I am always jazzed for the annual art fairs in NYC! Loads and loads of art to look at, new and old galleries, and great conversations!
This'll be short due to a camera issue and no photos! But it's been fixed and I'll have it for Fountain and Pulse.
First off I went to Scope. A solid show, nothing really "spectacular" to me, but I saw alot more interesting work here than at Red Dot and Verge. Mike Weiss Gallery had a piece by Elisa Johns who is opening in his next show. Ethereal women in washy oils, loosely based on fashion ads but set in nature and most are up-shots. Mike and director Helene exhibited the finer aspects of art fairs, that is being friendly, open and informative about their artists.
ADA Gallery from Virginia had large collage/mixed media pieces by a sort of outsider artist named Jeremiah Johnson - and it's a real family name, not after the Robert Redford flick. The backstory on this artist is a trip - his dad is a gay fruit farmer in the midwest and Jeremiah was forced to work the farm as his father moved into floral design and mom split to be a truck driver. Again, a long conversation about art and the artist with the gallery owner courtesy of the Scope Fair.
David B Smith Gallery had several interesting artists including a great portrait by Kris Lewis and wax pencil bird drawings by Christina Empedocles. The Pool NYC had paintings by Soviet Georgian artist Eteri Chkadua - biographical pieces with a hint of Frida Kahlo. Karim Hamid had Bacon influenced paintings of women with allegorical and historical references at Aureus Contemporary, a self-professed group of "art nerds" who collect art and push their favorites ala fairs and exhibits and more. Very interesting approach that comes from a love for art!
Fun comic book inspired pieces by Cara Ober at Civilian Projects (DC), Opus (England) and Gerard Ellis at Lyle Oreitzel (Miami).
Overall there was a mix of pop surrealism, a few too many images of Warhol and Marilyn Monroe, drawing and alot of (mostly representational) painting.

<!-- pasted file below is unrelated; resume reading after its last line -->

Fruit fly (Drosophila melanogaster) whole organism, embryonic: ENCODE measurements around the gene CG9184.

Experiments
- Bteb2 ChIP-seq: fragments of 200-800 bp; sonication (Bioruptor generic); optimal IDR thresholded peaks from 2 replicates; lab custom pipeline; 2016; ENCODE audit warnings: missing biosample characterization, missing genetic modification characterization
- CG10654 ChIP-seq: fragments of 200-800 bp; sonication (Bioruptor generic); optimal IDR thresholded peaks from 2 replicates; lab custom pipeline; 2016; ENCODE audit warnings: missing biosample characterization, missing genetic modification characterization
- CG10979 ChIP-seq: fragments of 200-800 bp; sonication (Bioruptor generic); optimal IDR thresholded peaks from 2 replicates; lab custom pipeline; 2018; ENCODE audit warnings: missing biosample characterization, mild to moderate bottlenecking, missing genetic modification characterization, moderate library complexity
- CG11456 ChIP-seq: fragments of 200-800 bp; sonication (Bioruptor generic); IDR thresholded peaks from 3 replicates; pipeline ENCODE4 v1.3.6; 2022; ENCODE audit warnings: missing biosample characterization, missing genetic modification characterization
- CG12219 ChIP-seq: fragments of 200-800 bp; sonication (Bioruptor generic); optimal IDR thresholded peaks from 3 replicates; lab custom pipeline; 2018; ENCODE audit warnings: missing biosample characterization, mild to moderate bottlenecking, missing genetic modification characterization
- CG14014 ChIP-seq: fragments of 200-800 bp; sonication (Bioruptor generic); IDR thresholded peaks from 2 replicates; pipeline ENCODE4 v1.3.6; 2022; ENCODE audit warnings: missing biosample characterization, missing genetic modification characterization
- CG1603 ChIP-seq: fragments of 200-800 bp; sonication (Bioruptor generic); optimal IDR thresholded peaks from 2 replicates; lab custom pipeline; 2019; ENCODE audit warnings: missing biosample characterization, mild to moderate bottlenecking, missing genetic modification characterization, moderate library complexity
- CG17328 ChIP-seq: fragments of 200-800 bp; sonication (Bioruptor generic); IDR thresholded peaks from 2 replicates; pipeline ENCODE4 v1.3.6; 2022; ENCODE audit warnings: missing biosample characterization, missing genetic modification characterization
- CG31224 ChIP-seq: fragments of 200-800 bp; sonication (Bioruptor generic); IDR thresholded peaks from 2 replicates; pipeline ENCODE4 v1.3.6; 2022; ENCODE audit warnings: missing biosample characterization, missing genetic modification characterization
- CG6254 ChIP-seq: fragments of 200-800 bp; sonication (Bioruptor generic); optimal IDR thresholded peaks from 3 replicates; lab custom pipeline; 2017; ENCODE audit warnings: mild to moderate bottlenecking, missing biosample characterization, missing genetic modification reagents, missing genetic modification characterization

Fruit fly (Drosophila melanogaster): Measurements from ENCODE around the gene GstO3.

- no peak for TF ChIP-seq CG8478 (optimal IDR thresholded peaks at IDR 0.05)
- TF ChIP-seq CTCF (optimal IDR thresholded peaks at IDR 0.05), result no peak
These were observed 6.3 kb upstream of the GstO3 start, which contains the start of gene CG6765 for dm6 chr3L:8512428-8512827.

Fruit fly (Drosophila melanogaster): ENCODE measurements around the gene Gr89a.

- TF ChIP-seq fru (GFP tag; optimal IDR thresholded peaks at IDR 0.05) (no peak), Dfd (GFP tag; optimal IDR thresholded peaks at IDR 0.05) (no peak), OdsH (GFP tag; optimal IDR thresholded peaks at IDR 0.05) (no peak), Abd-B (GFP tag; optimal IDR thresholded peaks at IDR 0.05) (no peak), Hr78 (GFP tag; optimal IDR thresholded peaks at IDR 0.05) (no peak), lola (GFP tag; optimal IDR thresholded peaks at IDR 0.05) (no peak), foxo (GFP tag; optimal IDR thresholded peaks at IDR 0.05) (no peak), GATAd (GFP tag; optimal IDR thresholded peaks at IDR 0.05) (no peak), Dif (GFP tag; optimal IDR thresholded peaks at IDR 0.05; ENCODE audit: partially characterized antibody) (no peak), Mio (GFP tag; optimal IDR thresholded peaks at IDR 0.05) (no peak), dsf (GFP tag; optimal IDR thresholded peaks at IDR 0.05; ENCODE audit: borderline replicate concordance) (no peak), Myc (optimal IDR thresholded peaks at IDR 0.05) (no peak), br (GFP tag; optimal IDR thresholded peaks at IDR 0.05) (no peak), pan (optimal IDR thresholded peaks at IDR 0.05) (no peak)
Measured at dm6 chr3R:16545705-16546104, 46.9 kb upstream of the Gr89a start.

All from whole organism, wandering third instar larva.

Even if the admission is only $10, this is NYC, and to run a show during the Art Fair and not have a credit card machine at the entrance is mind-boggling. Spread out over three floors, this very small show didnt have much to offer. There was quite a bit of secondary market prints and few originals by big names. Saw a Larry Rivers print riffing on an old Camels cigarette ad that was interesting and not often seen. Galerie Cubana had some interesting abstract pieces by a Cuban artist. The photography at other galleries was pretty weak - digital manipulation seems passé this year. As a matter of fact, so far the photography at all three shows has been mostly derivative or safe. Most of the painting at Red Dot not by blue-chippers was uninspiring loose abstraction or garishly colored realism that quite frankly looked like work you'd see in a mall.
Verge was a classic hotel room show at the Dylan in midtown. Again with the "sorry, no credit card machine"! At least Red Dot had a coat room.
Another small show with spotty work. An exception was the newbie Mighty Tanaka Gallery from Brooklyn. Its enthusiastic curator, Alex, had an eclectic mix of work from street to realism. Several galleries showed geometric abstractions and loose minimalism - paintings consisting of repeating brush strokes or dots. There were some large oil and encaustic nudes in one gallery (that I sadly can't find their card), realistic and loose with gestural patches of color here and there. Encaustic seems to be making a resurgence, as does hand-done collage.
Next post will be more positive I hope and have photos - Fountain and Pulse fairs tomorrow!